Although it dates as far back as the 1950s, Artificial Intelligence (AI) is the hottest thing in technology today.
An overarching term used to describe a set of technologies such as text-to-speech, natural language processing (NLP) and computer vision, AI essentially enables computers to do things normally done by people.
Machine learning, the most prominent subset of AI, is about recognizing patterns in data and computer learning from them like a human. These algorithms draw inferences without being explicitly programmed to do so. The idea is the more data you collect, the smarter the machine becomes.
At consumer level, AI use cases include chatbots, Amazon’s Alexa and Apple’s Siri, while enterprise efforts see AI software aim to cure diseases and optimize enterprise performance, such as improving customer experience or fraud detection.
There is plenty to back-up the hype; A Narrative Science survey found that 38 percent of enterprises are already using AI, growing to 62 percent by 2018, with Forrester Research predicting a 300 percent year-on-year increase in AI investment this year. AI is clearly here to stay.
Security wants a piece too
Unsurprisingly given the constant evolution of criminals and malware, InfoSec also wants a piece of the AI pie.
With its ability to learn patterns of behavior by sifting through huge datasets, AI could help CISOs by finding those ‘known unknown’ security threats, automating SOC response and improving attack remediation. In short, with skilled personnel hard to come by, AI fills some (but not all) of the gap.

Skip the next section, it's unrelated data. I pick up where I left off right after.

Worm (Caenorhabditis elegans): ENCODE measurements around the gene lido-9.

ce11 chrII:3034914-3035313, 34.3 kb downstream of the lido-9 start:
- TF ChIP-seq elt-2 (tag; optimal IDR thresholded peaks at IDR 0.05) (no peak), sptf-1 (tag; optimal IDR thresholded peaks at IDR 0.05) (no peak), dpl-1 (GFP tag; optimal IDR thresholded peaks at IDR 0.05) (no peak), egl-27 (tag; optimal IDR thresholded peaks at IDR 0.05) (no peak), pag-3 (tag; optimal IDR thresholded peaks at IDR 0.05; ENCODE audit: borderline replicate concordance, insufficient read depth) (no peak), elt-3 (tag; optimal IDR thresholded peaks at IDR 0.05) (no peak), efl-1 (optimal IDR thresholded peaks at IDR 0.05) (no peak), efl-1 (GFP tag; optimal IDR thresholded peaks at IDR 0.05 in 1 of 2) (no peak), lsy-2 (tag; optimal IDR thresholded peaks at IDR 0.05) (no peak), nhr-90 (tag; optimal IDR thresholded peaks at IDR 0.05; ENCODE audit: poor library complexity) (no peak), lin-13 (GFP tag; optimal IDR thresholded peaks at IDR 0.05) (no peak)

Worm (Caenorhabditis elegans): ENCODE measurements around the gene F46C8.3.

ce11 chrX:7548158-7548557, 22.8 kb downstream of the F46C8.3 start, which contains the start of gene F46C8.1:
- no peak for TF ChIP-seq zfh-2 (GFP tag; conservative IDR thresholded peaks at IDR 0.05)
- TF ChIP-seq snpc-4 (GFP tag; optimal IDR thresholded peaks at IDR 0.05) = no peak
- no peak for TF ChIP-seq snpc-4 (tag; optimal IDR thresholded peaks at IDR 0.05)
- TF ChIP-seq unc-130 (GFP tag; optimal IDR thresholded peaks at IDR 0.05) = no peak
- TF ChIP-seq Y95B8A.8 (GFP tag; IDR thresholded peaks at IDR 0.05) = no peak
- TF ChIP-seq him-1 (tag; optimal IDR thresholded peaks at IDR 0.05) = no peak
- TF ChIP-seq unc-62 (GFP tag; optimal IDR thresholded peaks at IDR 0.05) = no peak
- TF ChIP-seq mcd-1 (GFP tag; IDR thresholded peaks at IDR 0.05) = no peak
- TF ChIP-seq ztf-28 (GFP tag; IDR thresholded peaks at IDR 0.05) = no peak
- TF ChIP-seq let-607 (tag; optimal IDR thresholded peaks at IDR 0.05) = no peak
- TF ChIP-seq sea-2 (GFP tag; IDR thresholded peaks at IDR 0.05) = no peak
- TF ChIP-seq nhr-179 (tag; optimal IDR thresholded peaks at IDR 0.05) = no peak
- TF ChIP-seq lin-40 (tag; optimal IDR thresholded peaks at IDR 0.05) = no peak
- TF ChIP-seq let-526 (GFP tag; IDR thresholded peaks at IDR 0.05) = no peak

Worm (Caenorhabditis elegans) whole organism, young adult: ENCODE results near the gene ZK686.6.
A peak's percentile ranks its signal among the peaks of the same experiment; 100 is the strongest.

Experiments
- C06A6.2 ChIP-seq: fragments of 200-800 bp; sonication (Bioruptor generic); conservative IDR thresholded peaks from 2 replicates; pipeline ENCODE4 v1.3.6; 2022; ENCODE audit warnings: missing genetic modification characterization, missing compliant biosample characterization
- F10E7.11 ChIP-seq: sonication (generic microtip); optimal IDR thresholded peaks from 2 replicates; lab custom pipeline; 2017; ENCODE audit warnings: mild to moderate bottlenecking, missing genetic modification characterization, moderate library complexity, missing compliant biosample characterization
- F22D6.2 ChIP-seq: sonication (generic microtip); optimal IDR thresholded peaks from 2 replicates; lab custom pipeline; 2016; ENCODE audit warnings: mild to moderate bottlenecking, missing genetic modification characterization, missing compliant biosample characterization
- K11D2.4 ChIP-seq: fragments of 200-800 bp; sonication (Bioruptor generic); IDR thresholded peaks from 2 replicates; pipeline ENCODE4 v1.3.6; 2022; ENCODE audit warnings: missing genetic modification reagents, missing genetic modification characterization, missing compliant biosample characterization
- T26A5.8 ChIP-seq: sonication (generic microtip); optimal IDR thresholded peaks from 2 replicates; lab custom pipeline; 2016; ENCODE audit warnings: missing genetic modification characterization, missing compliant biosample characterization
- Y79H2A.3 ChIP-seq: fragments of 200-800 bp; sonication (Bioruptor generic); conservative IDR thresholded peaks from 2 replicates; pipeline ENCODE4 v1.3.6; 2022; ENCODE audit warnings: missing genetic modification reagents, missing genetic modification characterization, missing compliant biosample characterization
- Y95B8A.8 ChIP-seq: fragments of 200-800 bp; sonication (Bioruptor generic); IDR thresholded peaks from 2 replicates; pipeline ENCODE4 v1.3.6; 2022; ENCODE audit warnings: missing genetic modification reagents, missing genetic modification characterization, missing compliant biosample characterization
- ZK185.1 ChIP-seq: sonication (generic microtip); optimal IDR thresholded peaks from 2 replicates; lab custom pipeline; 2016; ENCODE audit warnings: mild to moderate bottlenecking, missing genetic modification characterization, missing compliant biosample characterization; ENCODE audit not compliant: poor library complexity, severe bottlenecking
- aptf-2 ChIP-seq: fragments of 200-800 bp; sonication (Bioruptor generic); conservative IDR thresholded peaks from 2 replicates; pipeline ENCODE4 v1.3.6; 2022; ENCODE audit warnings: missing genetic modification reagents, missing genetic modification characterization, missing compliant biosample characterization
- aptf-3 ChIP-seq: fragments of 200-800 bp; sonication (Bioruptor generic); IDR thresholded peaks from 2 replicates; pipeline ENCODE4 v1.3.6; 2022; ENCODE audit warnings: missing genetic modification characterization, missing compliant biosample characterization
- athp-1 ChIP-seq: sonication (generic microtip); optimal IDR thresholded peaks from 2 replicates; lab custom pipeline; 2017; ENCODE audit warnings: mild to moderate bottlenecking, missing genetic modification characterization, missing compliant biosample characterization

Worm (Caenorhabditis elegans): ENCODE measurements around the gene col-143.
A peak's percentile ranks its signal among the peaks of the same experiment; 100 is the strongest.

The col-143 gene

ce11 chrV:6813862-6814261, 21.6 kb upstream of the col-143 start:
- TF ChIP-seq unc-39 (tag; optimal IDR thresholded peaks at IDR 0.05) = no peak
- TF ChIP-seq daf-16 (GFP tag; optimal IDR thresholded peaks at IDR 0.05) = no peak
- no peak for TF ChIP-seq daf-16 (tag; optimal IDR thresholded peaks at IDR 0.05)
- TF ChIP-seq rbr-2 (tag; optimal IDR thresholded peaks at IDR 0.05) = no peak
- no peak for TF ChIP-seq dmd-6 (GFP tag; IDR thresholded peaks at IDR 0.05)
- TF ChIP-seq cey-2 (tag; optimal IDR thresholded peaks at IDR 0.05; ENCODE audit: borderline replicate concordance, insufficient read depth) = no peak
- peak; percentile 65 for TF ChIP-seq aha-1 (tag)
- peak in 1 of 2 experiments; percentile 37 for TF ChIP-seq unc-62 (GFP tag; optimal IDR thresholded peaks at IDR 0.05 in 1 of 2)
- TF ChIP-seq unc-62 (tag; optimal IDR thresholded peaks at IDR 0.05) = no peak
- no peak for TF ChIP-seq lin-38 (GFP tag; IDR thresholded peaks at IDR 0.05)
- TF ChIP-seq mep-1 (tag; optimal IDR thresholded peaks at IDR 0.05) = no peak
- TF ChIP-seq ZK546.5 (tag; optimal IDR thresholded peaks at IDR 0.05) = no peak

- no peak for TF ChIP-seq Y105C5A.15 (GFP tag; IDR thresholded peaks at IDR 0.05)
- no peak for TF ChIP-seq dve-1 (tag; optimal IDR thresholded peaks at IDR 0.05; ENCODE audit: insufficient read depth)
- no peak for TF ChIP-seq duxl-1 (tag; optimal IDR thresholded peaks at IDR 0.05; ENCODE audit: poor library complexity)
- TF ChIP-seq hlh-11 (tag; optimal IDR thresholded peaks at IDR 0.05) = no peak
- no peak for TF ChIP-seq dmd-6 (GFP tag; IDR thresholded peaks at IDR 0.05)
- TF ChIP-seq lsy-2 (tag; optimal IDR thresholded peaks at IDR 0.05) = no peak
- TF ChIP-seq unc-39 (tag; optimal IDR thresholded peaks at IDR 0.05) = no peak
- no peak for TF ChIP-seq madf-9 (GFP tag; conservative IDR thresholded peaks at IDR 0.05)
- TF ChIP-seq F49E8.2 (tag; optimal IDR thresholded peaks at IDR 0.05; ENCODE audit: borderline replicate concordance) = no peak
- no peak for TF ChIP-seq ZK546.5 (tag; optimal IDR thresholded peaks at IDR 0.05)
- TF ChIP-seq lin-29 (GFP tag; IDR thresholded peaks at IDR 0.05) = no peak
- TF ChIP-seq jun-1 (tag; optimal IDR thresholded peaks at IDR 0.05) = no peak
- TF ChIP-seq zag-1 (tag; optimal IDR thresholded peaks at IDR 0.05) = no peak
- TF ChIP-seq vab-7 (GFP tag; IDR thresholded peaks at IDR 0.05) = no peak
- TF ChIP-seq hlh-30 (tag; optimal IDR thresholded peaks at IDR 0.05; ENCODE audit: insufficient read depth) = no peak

Experts have called for the need of a smart, autonomous security system, and American cryptographer Bruce Schneier believes that AI could offer the answer.
“It is hyped, because security is nothing but hype, but it is good stuff,” said the CTO of Resilient Systems.
“We’re a long way off AI from making humans redundant in cybersecurity, but there’s more interest in [using AI for] human augmentation, which is making people smarter. You still need people defending you. Good systems use people and technology together.”
Martin Ford, futurist and author of ‘Rise of the Robots’, says both white and black hats are already leveraging these technologies, such deep learning neural networks.
“It's already being used on both the black and white hat sides,” Ford told CSO. “There is a concern that criminals are in some cases ahead of the game and routinely utilize bots and automated attacks. These will rapidly get more sophisticated.”
“...AI will be increasingly critical in detecting threats and defending systems. Unfortunately, a lot of organizations still depend on a manual process -- this will have to change if systems are going to remain secure in the future.”
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